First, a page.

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Teamwork training with nursing and medical students: does the method matter? Results of an interinstitutional, interdisciplinary collaboration
  1. Cherri Hobgood1,
  2. Gwen Sherwood2,
  3. Karen Frush3,
  4. David Hollar4,
  5. Laura Maynard5,
  6. Beverly Foster2,
  7. Susan Sawning6,
  8. Donald Woodyard6,
  9. Carol Durham2,
  10. Melanie Wright7,
  11. Jeffrey Taekman7,
  12. on behalf of the Interprofessional Patient Safety Education Collaborative
  1. 1UNC School of Medicine, Department of Emergency Medicine, Chapel Hill, North Carolina, USA
  2. 2UNC School of Nursing, Chapel Hill, North Carolina, USA
  3. 3Duke University School of Medicine and Duke University Health System, Durham, North Carolina, USA
  4. 4UNC School of Medicine, Department of Medicine, Chapel Hill, North Carolina, USA
  5. 5Duke University Office of Patient Safety, Durham, North California, USA
  6. 6UNC Clinical Skills and Patient Simulation Center, Chapel Hill, North Carolina, USA
  7. 7Duke University School of Medicine, Department of Anesthesiology, Durham, North Carolina, USA
  1. Correspondence to Dr Cherri Hobgood, UNC School of Medicine, Department of Emergency Medicine, CB 7594, UNC Hospitals, Chapel Hill, NC 27599, USA; hobgood{at}


Objectives The authors conducted a randomised controlled trial of four pedagogical methods commonly used to deliver teamwork training and measured the effects of each method on the acquisition of student teamwork knowledge, skills, and attitudes.

Methods The authors recruited 203 senior nursing students and 235 fourth-year medical students (total N=438) from two major universities for a 1-day interdisciplinary teamwork training course. All participants received a didactic lecture and then were randomly assigned to one of four educational methods: didactic (control), audience response didactic, role play and human patient simulation. Student performance was assessed for teamwork attitudes, knowledge and skills using: (a) a 36-item teamwork attitudes instrument (CHIRP), (b) a 12-item teamwork knowledge test, (c) a 10-item standardised patient (SP) evaluation of student teamwork skills performance and (d) a 20-item modification of items from the Mayo High Performance Teamwork Scale (MHPTS).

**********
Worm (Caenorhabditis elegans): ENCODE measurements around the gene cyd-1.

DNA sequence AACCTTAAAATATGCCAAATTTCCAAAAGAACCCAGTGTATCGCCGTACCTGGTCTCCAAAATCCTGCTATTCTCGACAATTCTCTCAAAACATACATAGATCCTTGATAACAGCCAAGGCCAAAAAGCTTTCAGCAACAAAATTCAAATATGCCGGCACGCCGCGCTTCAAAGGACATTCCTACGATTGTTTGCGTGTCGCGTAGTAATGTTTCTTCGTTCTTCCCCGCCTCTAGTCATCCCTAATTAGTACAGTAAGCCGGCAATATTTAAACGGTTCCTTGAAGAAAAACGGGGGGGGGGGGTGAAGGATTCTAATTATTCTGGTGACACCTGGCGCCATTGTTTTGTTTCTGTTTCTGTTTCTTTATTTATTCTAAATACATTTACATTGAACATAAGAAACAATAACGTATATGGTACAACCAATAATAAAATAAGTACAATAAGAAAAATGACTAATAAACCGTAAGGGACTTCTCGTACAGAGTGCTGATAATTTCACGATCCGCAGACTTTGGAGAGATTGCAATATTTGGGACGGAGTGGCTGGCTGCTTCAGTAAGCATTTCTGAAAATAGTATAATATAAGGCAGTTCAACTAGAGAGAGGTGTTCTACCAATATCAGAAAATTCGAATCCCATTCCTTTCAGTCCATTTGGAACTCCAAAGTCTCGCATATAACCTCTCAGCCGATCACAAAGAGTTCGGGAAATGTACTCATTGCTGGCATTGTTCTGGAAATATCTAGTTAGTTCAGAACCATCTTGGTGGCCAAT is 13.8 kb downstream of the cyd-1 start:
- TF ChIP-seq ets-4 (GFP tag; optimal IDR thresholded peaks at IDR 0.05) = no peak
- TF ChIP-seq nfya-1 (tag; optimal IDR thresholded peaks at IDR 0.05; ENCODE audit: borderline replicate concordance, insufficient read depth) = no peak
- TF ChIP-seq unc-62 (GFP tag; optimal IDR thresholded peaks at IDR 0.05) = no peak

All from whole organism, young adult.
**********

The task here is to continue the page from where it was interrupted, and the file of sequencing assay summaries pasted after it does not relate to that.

Results All four cohorts demonstrated an improvement in attitudes (F1,370=48.7, p=0.001) and knowledge (F1,353=87.3, p=0.001) pre- to post-test. No educational modality appeared superior for attitude (F3,370=0.325, p=0.808) or knowledge (F3,353=0.382, p=0.766) acquisition. No modality demonstrated a significant change in teamwork skills (F3,18=2.12, p=0.134).

Conclusions Each of the four modalities demonstrated significantly improved teamwork knowledge and attitudes, but no modality was demonstrated to be superior. Institutions should feel free to utilise educational modalities, which are best supported by their resources to deliver interdisciplinary teamwork training.

  • Communication
  • medical education
  • teamwork training
  • culture
  • randomised controlled trial

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  • The Interprofessional Patient Safety and Education Collaborative is an interdisciplinary, interinstitutional team focused on improving patient safety and team training education. Its members are: B Foster, B Goldstein, C Durham, C Mayer, C Grochowski, D Hollar, A Felix, G Sherwood, C Hobgood, D Woodyard, H Love, J Taekman, P Kinneer, K Frush, K Turner, L Cronenwett, M Holtschneider, M Wright, N Segall, C Osmond, V Kaprielian, S Sawning, L Maynard and S Promes.

  • Funding The Galaxo Smithkline Foundation Research Triangle Park Durham, North Carolina.

  • Competing interests None.

  • Ethics approval Ethics approval was provided by the UNC Health affairs IRB and Duke University Health Affairs IRB.

  • Provenance and peer review Not commissioned; externally peer reviewed.